This seems to be my season for reading about fragmented and disintegrating personalities. An isolated, neurotic woman starts receiving nasty phone calls from a mysterious stranger. As more people start to receive these calls, always containing information, true or false, that has a devastating impact on their lives, it turns out that the caller is no stranger at all. How little of a stranger she is becomes clear only as the story reaches its perfectly-pitched climax. Millar's writing is impeccab ...more
Sherry Schwabacher
I was twelve when this book was first published. It is so easy to forget how different the world felt to women, gays, African-Americans back then. If you wonder if we are making any social progress, read this. Millar was known for the psychological depth of her books and the plot of Beast in View certainly plays that up. You may find yourself shaking your head, wondering "How can they think that way?" Well, remember, they really did!
Dated, but who gives a ship. This was a thorny, garish little novel with a dark dark heart, and worth it for that astonishing last line alone.
Aaron Martz
As I was reading this I was thinking what a good movie Alfred Hitchcock would have made of it. Turns out it was adapted for his TV show. That is fitting. Millar's writing is concise and very cinematic and her characterizations of the upper class Clarvoe family reminded me of the Glass family from Salinger's stories. The opening chapter is creepy, instantly suspenseful, and the continual shifts in perspective and sudden shocking deaths keep you off balance throughout, but what sticks with you lon ...more
What a delicious little suspense! Helen Clarvoe is a wealthy LA spinster with few friends and a solitary life. She contacts her attorney, widower Paul Blackshear after receiving disturbing phone call from her former sister in law. She has made an enemy. Paul investigates, combing through information until he, and we, arrive at the truth. When he does, and the darkness is revealed we are horrified to knows the truth of the matter. This book will stun you. Written in 1962, author Margaret Millar w ...more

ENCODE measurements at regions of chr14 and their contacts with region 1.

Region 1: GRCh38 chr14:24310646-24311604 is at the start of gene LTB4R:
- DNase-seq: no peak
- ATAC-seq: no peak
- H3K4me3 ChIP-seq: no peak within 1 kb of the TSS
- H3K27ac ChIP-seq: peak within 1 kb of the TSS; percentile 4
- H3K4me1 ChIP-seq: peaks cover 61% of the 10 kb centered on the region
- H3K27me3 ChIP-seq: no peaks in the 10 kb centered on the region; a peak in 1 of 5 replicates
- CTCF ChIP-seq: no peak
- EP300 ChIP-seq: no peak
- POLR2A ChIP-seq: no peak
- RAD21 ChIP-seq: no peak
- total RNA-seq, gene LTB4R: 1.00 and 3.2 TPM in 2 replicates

I usually trust the Crime Masterworks series but I can honestly say this is one of the worst books I've ever read. It's a complete mess that blunders along in an extremely poorly written and boring fashion to an obvious conclusion. I didn't believe a word of it; found the characters and situation unengaging; and the author's persistence in changing POV throughout the book undermined what little plot there was to be had. In my opinion, if it had been written entirely from the main character's per ...more
Phillip Thurlby
An absolute masterpiece, they should stick this in some sort of series of masterpieces of crime...

...oh yeah - "Crime Masterworks" - they did it already.

So not surprisingly this was a brilliant work. It was deeply dark in a elegantly sinister way that not so much stabs you in the back but convinces you that you need to stab yourself in the back. The perpetrator leaves no evidence and does nothing criminal but drives their victims to destruction in such a way as to make the evil undeniable.

The ra
Βρήκα την Ιταλική έκδοση του βιβλίου της Margaret Millar Beast in view τυχαία σε μια μικρή καφετέρια δίπλα από το αεροδρόμιο Μυκόνου. Μέσα στα πολλά βιβλία βρήκα και αυτό και για να πω την αλήθεια αν δεν ήταν για το έντονο κίτρινο εξώφυλλο δεν θα το είχα ξεχωρίσει. Ξεκίνησα να το διαβάζω στο αεροπλάνο και αμέσως με συνεπήρε. Το πρώτο στην ουσία βιβλίο μυστηρίου που διάβασα διότι πιο πριν κακώς σνόμπαρα το είδος. Η Κα. Μίλαρ πλάθει μια όμορφη ιστορία με ανθρώπους που μπορούν κάλλιστα να είναι φίλ ...more